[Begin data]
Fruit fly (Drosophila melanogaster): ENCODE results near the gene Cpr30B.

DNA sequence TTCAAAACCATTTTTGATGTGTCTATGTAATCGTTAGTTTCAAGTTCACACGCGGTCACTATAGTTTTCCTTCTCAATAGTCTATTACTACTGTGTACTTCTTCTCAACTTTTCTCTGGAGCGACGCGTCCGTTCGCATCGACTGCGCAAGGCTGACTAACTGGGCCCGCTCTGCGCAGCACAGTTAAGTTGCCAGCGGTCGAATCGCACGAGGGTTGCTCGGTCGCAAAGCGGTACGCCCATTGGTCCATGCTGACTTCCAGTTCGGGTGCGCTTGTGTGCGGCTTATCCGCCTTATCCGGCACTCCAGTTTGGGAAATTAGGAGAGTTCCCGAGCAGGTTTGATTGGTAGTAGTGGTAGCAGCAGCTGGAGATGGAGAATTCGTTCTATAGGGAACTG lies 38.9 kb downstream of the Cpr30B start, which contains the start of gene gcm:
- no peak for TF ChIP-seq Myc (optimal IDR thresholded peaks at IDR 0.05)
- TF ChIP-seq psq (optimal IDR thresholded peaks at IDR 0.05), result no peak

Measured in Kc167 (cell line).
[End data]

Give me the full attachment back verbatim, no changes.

Fruit fly (Drosophila melanogaster): ENCODE results near the gene Cpr30B.

DNA sequence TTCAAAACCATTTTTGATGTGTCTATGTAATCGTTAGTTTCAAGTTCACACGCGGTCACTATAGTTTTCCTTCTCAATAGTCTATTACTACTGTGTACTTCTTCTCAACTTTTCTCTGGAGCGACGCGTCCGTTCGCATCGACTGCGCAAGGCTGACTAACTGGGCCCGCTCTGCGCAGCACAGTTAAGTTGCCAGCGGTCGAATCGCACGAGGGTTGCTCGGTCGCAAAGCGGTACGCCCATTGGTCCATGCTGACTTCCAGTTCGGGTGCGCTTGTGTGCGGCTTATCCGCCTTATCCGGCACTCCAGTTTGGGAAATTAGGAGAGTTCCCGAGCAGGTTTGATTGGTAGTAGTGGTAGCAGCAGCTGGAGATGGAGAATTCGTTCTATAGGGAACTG lies 38.9 kb downstream of the Cpr30B start, which contains the start of gene gcm:
- no peak for TF ChIP-seq Myc (optimal IDR thresholded peaks at IDR 0.05)
- TF ChIP-seq psq (optimal IDR thresholded peaks at IDR 0.05), result no peak

Measured in Kc167 (cell line).